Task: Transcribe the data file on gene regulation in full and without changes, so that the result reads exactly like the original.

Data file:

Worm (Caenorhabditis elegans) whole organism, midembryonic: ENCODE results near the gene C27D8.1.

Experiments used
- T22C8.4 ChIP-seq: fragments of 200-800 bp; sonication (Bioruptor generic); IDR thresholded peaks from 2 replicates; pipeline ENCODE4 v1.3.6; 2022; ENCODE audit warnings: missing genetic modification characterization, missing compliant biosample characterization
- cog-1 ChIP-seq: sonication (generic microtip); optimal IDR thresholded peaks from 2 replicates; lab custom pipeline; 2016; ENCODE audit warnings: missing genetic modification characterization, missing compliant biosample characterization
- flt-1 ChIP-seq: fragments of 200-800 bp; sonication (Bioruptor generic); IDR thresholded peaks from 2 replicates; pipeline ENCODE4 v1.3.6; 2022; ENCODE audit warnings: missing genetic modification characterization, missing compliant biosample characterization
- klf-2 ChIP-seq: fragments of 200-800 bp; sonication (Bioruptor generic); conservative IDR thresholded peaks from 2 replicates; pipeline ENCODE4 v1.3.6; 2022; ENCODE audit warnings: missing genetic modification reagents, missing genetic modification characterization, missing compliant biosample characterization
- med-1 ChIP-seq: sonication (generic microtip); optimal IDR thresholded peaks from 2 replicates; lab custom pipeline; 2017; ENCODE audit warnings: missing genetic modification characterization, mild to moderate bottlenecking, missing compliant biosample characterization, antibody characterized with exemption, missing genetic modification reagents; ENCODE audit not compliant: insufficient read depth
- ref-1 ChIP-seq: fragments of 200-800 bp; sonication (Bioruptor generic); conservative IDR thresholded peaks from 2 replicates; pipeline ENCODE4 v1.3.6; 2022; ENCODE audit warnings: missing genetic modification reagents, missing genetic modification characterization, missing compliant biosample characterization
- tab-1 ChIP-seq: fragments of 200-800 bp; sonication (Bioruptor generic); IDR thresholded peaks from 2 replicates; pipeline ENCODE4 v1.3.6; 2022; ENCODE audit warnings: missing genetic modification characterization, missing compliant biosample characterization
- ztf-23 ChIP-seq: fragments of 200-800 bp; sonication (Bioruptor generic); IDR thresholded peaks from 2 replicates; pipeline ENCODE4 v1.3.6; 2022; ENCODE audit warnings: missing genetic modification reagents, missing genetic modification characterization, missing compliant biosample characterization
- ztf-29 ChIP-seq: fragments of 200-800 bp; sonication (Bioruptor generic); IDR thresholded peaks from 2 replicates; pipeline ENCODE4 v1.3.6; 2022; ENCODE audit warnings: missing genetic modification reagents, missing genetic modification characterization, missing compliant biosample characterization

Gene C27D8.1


Worm (Caenorhabditis elegans) whole organism, midembryonic: ENCODE results near the gene C27D8.1.

Experiments used
- T22C8.4 ChIP-seq: fragments of 200-800 bp; sonication (Bioruptor generic); IDR thresholded peaks from 2 replicates; pipeline ENCODE4 v1.3.6; 2022; ENCODE audit warnings: missing genetic modification characterization, missing compliant biosample characterization
- cog-1 ChIP-seq: sonication (generic microtip); optimal IDR thresholded peaks from 2 replicates; lab custom pipeline; 2016; ENCODE audit warnings: missing genetic modification characterization, missing compliant biosample characterization
- flt-1 ChIP-seq: fragments of 200-800 bp; sonication (Bioruptor generic); IDR thresholded peaks from 2 replicates; pipeline ENCODE4 v1.3.6; 2022; ENCODE audit warnings: missing genetic modification characterization, missing compliant biosample characterization
- klf-2 ChIP-seq: fragments of 200-800 bp; sonication (Bioruptor generic); conservative IDR thresholded peaks from 2 replicates; pipeline ENCODE4 v1.3.6; 2022; ENCODE audit warnings: missing genetic modification reagents, missing genetic modification characterization, missing compliant biosample characterization
- med-1 ChIP-seq: sonication (generic microtip); optimal IDR thresholded peaks from 2 replicates; lab custom pipeline; 2017; ENCODE audit warnings: missing genetic modification characterization, mild to moderate bottlenecking, missing compliant biosample characterization, antibody characterized with exemption, missing genetic modification reagents; ENCODE audit not compliant: insufficient read depth
- ref-1 ChIP-seq: fragments of 200-800 bp; sonication (Bioruptor generic); conservative IDR thresholded peaks from 2 replicates; pipeline ENCODE4 v1.3.6; 2022; ENCODE audit warnings: missing genetic modification reagents, missing genetic modification characterization, missing compliant biosample characterization
- tab-1 ChIP-seq: fragments of 200-800 bp; sonication (Bioruptor generic); IDR thresholded peaks from 2 replicates; pipeline ENCODE4 v1.3.6; 2022; ENCODE audit warnings: missing genetic modification characterization, missing compliant biosample characterization
- ztf-23 ChIP-seq: fragments of 200-800 bp; sonication (Bioruptor generic); IDR thresholded peaks from 2 replicates; pipeline ENCODE4 v1.3.6; 2022; ENCODE audit warnings: missing genetic modification reagents, missing genetic modification characterization, missing compliant biosample characterization
- ztf-29 ChIP-seq: fragments of 200-800 bp; sonication (Bioruptor generic); IDR thresholded peaks from 2 replicates; pipeline ENCODE4 v1.3.6; 2022; ENCODE audit warnings: missing genetic modification reagents, missing genetic modification characterization, missing compliant biosample characterization

Gene C27D8.1